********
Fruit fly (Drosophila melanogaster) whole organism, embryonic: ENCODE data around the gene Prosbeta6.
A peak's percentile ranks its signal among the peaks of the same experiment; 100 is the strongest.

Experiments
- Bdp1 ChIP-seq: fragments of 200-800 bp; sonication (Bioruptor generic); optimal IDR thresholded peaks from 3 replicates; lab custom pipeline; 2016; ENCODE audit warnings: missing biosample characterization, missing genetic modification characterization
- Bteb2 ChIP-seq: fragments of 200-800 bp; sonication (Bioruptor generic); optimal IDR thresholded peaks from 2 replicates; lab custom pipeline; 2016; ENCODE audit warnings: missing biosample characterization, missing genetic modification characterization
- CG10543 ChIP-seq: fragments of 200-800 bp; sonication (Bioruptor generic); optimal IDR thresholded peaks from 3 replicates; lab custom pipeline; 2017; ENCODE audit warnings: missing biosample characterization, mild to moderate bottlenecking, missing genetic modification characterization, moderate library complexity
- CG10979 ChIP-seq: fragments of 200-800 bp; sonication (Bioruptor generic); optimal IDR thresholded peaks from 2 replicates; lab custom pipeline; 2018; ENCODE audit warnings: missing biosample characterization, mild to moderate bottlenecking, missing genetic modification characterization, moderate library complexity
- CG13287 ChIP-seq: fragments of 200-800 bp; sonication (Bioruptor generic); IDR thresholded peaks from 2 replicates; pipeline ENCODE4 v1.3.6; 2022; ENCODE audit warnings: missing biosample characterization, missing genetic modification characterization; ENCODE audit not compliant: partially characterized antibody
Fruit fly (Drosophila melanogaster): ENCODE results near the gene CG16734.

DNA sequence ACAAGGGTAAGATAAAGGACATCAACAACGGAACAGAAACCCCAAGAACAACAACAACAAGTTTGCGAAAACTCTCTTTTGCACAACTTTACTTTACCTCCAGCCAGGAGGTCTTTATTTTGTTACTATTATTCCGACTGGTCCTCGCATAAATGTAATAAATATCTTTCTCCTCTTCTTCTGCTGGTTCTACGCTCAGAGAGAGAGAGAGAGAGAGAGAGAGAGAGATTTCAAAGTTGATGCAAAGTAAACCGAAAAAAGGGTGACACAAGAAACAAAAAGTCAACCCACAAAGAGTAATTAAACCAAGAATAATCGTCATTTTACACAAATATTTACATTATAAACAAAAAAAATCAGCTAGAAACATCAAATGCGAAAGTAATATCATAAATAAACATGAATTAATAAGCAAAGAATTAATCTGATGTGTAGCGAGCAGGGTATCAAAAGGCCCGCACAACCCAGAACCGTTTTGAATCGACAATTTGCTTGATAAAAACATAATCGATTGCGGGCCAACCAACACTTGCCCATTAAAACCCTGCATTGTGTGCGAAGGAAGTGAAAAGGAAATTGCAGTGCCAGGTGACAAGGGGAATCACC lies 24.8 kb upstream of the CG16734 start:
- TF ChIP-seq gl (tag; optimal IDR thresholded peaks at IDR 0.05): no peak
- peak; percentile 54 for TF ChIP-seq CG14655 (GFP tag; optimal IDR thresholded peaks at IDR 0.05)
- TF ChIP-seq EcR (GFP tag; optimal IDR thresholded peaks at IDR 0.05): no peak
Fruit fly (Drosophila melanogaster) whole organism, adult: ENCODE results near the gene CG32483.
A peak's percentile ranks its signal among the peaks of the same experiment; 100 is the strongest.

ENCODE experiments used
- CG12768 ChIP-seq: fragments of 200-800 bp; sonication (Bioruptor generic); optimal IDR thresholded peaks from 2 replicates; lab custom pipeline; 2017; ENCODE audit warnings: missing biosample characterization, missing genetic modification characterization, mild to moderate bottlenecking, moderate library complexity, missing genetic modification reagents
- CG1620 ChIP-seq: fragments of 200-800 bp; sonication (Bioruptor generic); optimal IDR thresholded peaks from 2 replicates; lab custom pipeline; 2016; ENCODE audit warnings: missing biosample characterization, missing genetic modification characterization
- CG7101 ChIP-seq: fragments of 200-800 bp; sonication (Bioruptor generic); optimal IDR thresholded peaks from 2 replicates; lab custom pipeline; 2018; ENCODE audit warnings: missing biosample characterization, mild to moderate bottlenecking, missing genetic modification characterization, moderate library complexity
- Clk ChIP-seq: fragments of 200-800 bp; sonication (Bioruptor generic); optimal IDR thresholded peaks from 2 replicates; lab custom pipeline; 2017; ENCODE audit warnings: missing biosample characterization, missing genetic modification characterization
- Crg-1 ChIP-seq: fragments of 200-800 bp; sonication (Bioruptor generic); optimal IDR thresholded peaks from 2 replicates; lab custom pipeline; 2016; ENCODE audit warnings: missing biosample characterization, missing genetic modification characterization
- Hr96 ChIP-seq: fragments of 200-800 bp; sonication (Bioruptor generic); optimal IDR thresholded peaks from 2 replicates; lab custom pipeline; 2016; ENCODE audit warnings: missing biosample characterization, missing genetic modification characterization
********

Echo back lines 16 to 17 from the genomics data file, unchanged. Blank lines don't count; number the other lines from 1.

ENCODE experiments used
- CG12768 ChIP-seq: fragments of 200-800 bp; sonication (Bioruptor generic); optimal IDR thresholded peaks from 2 replicates; lab custom pipeline; 2017; ENCODE audit warnings: missing biosample characterization, missing genetic modification characterization, mild to moderate bottlenecking, moderate library complexity, missing genetic modification reagents